9. Canada-Latin America and Caribbean Zika Virus Research Program ...

    International Development Research Centre (IDRC) Digital Library (Canada)

    2016-05-10

    May 10, 2016 ... ... in the hardest hit countries in Latin America and the Caribbean. The Canadian Institutes for Health Research and the International Development ... understand the causes and effects of the the virus, and ultimately prevent its ...

  10. 75 FR 47274 - Caribbean Fishery Management Council; Public Meeting

    Science.gov (United States)

    2010-08-05

    ... Drive, St. Thomas, U.S. Virgin Islands. FOR FURTHER INFORMATION CONTACT: Caribbean Fishery Management... contained in this agenda may come before this group for discussion, in accordance with the Magnuson- Stevens...

  11. The Caribbean conundrum of Holocene sea level.

    Science.gov (United States)

    Jackson, Luke; Mound, Jon

    2014-05-01

    In the tropics, pre-historic sea-level curve reconstruction is often problematic because it relies upon sea-level indicators whose vertical relationship to the sea surface is poorly constrained. In the Caribbean, fossil corals, mangrove peats and shell material dominate the pre-historic indicator record. The common approach to reconstruction involves the use of modern analogues to these indicators to establish a fixed vertical habitable range. The aim of these reconstructions is to find spatial variability in the Holocene sea level in an area gradually subsiding (different depths. We use the first catalogue to calibrate 14C ages to give a probabilistic age range for each indicator. We use the second catalogue to define a depth probability distribution function (pdf) for mangroves and each coral species. The Holocene indicators are grouped into 12 sub-regions around the Caribbean. For each sub-region we apply our sea-level reconstruction, which involves stepping a fixed-length time window through time and calculating the position (and rate) of sea-level (change) using a thousand realisations of the time/depth pdfs to define an envelope of probable solutions. We find that the sub-regional relative sea-level curves display spatio-temporal variability including a south-east to north-west 1500 year lag in the arrival of Holocene sea level to that of the present day. We demonstrate that these variations are primarily due to glacial-isostatic-adjustment induced sea-level change and that sub-regional variations (where sufficient data exists) are due to local uplift variability.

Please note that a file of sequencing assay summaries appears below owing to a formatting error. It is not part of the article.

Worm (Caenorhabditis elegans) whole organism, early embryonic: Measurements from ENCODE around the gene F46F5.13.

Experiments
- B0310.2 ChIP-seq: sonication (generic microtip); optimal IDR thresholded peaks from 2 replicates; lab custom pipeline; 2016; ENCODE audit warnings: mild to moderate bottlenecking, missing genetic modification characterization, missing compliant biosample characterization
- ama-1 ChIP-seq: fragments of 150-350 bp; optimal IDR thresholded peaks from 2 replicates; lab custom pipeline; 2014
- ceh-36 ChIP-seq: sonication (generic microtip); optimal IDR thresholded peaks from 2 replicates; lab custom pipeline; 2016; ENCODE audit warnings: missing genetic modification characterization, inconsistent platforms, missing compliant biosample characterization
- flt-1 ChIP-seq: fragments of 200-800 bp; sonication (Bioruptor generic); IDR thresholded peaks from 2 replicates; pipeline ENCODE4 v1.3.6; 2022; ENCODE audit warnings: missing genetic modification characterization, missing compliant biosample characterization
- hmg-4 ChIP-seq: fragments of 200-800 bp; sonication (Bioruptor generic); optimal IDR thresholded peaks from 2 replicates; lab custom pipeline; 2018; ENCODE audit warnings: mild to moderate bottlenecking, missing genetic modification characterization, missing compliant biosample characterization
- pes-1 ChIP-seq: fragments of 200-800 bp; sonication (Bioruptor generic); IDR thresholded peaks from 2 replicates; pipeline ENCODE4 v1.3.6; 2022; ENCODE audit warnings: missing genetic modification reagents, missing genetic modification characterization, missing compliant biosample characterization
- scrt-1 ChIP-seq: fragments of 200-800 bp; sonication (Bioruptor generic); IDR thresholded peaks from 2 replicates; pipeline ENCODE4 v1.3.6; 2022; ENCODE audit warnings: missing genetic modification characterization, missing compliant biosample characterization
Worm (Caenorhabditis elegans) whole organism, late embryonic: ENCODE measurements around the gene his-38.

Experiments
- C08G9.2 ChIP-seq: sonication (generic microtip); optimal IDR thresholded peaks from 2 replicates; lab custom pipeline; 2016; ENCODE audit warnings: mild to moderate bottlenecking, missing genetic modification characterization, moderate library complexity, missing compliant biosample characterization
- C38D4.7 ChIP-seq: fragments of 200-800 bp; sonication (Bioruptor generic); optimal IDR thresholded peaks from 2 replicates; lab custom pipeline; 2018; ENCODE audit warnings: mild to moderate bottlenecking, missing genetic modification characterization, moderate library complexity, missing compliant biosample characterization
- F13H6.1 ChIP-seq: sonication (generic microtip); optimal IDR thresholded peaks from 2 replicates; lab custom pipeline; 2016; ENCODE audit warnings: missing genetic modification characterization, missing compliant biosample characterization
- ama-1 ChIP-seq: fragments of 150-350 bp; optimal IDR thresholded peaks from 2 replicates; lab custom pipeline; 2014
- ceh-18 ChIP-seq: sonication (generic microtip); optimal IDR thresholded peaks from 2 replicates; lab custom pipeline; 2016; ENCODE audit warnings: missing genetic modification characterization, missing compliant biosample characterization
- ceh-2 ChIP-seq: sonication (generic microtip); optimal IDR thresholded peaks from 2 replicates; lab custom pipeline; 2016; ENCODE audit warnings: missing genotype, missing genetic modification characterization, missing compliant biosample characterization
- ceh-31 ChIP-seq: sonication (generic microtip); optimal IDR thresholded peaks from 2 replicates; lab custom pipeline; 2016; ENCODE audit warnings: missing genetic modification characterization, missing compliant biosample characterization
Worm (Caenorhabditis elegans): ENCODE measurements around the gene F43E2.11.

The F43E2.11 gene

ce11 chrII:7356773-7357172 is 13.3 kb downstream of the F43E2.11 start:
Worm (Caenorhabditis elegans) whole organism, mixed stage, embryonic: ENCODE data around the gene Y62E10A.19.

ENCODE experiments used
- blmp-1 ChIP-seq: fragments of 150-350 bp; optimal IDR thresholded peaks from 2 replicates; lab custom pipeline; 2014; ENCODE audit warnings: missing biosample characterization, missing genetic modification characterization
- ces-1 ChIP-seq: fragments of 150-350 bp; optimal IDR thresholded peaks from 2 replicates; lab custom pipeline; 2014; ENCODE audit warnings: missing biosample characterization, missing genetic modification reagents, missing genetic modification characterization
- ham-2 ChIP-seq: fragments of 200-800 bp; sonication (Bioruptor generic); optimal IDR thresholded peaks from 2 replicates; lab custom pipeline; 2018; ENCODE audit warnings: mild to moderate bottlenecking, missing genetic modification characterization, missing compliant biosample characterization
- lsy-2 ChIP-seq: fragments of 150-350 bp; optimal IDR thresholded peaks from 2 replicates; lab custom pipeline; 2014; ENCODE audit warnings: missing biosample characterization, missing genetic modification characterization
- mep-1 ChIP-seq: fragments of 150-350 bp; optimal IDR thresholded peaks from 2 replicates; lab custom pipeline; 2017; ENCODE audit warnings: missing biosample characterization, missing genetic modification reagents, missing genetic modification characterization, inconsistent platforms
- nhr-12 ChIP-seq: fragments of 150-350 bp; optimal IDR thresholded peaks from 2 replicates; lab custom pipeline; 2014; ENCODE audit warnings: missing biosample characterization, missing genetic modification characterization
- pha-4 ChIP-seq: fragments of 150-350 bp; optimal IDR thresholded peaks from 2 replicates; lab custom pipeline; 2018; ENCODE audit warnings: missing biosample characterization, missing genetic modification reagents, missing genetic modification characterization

12. Mini-review: Obesity in Caribbean Youth.

    Science.gov (United States)

    Traboulay, E A; Hoyte, O P-A

    2015-06-01